The Kentucky House voted Wednesday to shake up the medical malpractice system by passing a bill to create panels of medical providers to review claims of medical error or neglect.
The panels would scrutinize the merits of lawsuits against health care professionals or institutions before cases would proceed to court. In a key change made by the House, judges could be asked to admit a panel’s opinions as evidence at trial.
House members voted 51-45 to pass SB 4, sending it back to the Senate. If the Senate accepts the House’s changes, the legislation would advance to Gov. Matt Bevin.
Rep. Robert Benvenuti III, R-Lexington, said the panels would bring a “balanced, unbiased and thoughtful approach” without infringing on anyone’s right to take malpractice claims to court.
“We have to start bringing some liability reform to our commonwealth,” he said. “We are a target-rich environment for lawyers.”
Opponents said the bill would create barriers, delaying plaintiffs’ access to courts. They predicted it would face a court challenge if it becomes law.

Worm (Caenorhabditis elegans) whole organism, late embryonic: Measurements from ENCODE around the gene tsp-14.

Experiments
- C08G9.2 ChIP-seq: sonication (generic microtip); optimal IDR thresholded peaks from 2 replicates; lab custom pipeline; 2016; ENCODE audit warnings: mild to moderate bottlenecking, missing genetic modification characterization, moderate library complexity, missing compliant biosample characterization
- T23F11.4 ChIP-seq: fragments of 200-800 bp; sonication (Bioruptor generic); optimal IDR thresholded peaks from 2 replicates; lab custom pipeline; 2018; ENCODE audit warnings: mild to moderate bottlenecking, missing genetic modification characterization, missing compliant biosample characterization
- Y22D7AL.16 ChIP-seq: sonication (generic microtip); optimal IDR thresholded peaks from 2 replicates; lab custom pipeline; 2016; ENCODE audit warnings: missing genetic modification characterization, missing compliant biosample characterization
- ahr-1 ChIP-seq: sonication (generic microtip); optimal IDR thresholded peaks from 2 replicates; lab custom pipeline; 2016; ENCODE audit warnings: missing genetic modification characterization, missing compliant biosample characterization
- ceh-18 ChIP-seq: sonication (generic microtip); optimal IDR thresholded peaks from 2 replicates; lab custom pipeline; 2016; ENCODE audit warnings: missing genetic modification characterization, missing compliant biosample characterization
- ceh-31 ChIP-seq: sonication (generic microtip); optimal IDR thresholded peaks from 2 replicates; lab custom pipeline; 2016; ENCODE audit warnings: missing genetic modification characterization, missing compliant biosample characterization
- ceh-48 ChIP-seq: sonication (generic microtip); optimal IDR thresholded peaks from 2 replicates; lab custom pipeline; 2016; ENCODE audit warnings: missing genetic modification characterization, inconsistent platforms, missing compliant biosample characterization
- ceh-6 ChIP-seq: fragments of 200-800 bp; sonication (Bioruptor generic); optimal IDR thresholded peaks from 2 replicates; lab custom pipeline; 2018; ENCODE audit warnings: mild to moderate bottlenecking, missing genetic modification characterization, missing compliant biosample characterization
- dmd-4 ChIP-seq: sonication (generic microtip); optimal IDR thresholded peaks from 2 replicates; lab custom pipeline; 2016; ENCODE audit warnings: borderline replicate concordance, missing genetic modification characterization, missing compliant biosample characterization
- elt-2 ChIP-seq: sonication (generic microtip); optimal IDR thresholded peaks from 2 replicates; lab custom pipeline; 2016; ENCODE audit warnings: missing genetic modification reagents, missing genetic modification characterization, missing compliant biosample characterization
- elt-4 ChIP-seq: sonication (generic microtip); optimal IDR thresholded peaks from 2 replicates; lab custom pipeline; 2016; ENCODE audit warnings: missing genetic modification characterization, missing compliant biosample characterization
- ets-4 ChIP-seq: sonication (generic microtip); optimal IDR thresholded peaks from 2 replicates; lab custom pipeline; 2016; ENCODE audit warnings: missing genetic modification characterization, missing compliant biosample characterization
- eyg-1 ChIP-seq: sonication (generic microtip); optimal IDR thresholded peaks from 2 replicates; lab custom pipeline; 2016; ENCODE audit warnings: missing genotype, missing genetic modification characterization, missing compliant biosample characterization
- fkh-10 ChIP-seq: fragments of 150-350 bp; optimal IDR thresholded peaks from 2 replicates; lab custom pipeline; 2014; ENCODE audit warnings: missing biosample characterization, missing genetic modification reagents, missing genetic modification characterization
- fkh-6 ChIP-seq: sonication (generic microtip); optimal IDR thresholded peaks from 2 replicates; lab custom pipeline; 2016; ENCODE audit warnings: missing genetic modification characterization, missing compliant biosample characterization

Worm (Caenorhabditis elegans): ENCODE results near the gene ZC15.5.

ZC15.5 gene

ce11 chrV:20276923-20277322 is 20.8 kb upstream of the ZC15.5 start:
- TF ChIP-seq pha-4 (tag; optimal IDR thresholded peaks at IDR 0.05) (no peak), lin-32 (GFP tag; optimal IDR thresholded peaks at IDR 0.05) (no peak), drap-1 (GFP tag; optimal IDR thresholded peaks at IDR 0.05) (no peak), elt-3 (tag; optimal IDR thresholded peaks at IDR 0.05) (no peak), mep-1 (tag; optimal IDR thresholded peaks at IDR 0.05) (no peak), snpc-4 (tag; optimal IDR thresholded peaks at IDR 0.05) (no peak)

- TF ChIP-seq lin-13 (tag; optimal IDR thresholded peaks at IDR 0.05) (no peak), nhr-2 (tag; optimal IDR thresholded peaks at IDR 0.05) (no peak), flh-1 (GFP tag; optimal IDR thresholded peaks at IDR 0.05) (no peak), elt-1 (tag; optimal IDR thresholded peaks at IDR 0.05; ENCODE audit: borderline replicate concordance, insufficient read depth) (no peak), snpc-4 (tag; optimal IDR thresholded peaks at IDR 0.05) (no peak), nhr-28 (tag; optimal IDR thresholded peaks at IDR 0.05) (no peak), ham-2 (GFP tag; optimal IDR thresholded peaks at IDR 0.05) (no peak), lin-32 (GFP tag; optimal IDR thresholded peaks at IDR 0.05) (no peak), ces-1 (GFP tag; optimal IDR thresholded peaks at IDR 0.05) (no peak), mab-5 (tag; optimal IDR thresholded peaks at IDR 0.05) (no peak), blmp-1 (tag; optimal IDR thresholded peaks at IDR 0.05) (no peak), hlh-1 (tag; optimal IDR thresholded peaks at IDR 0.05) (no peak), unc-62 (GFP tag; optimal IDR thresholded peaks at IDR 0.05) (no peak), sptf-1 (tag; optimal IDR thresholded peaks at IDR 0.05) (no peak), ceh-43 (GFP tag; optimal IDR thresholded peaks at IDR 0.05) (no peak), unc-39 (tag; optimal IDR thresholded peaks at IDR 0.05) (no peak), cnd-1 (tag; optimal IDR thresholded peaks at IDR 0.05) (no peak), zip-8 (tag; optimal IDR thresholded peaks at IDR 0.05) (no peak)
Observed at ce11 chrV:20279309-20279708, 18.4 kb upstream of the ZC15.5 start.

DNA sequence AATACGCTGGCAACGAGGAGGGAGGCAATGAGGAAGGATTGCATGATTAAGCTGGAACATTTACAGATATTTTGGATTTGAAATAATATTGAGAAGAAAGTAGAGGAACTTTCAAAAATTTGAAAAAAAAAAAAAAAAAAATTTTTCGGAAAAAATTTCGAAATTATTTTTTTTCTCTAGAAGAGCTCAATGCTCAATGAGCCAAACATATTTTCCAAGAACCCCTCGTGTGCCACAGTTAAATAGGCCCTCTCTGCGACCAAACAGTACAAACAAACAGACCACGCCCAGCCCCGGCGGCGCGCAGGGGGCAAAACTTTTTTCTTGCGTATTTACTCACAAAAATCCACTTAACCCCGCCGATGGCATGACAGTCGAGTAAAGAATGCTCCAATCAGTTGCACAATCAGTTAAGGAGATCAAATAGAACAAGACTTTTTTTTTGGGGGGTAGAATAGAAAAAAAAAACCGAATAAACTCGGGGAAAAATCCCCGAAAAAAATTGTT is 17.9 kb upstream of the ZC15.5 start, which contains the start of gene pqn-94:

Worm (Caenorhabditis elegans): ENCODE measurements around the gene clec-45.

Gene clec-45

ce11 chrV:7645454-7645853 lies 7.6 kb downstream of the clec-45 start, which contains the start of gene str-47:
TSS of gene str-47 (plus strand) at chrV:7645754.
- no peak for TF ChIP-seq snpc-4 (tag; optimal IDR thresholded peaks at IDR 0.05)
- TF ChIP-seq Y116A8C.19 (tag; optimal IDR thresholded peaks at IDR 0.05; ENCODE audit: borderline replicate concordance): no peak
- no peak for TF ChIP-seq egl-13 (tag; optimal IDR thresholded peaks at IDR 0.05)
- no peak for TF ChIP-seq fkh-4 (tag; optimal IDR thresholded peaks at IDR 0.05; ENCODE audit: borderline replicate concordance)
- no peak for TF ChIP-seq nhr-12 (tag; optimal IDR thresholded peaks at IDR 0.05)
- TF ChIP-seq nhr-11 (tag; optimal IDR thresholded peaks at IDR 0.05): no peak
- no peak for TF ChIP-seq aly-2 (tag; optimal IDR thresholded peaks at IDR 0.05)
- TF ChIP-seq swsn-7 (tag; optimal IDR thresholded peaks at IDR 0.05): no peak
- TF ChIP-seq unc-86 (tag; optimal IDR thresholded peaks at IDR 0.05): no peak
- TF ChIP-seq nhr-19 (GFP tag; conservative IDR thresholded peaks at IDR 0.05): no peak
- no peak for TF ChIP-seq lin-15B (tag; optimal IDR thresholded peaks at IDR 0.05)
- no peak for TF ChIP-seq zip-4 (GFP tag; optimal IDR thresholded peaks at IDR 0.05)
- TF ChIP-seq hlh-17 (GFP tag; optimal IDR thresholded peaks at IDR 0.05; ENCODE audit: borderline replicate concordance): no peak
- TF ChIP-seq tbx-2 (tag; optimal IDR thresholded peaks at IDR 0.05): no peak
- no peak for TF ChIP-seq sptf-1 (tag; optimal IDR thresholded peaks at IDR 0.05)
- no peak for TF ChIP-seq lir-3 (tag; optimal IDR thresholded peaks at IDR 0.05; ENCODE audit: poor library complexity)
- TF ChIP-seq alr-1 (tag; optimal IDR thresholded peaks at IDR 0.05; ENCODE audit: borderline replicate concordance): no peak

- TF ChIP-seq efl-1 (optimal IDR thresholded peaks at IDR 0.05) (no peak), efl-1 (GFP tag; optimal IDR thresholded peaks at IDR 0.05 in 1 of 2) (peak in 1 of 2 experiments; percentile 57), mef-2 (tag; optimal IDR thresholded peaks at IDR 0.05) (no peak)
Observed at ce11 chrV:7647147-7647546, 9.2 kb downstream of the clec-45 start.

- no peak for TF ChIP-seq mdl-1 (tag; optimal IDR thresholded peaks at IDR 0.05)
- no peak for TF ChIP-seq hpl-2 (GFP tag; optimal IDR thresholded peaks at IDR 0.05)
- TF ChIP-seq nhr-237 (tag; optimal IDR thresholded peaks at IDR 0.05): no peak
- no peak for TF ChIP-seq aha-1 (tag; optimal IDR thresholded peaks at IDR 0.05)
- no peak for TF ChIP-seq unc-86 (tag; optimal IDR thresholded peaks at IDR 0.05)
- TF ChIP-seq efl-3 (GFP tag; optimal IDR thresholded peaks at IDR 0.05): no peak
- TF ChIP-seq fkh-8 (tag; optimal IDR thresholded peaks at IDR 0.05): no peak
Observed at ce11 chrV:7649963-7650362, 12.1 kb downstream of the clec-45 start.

“We’re getting ready to pass something that’s unconstitutional,” said Rep. Chad McCoy, a Bardstown Republican.
McCoy, an attorney, predicted the creation of panels would have the unintended result of more malpractice claims being pursued. Plaintiffs’ attorneys would see it as an opportunity to take a case, regardless of merit, and “run it up the flagpole” to the panels, he said.
McCoy also objected to creating a new layer of review for malpractice lawsuits filed in Kentucky against doctors, hospitals, nursing homes or their executives.
“We’re getting ready to create a new government agency and more red tape,” he said. “I’m a Republican. I don’t like that … To me, that is ridiculous that we’re doing it.”
Rep. Jason Nemes, R-Louisville, responded that changes made by the House would help the bill withstand any court challenge.
“For every fear you’ve heard today, if you read the bill you will understand that there’s no need to fear what’s in this bill,” he said. “It’s a fair, balanced process.”
Those changes include requiring review panels to issue opinions in nine months or lawsuits could proceed in court. Under the original bill, the panel’s opinions would automatically be admitted into court as evidence. Trial judges would be asked to decide in the House’s version.
Similar measures were introduced for years but died when Kentucky’s legislature was politically divided. The push to create review panels gained strength when Republicans took control of the House after last year’s election. The Senate is also solidly controlled by the GOP.
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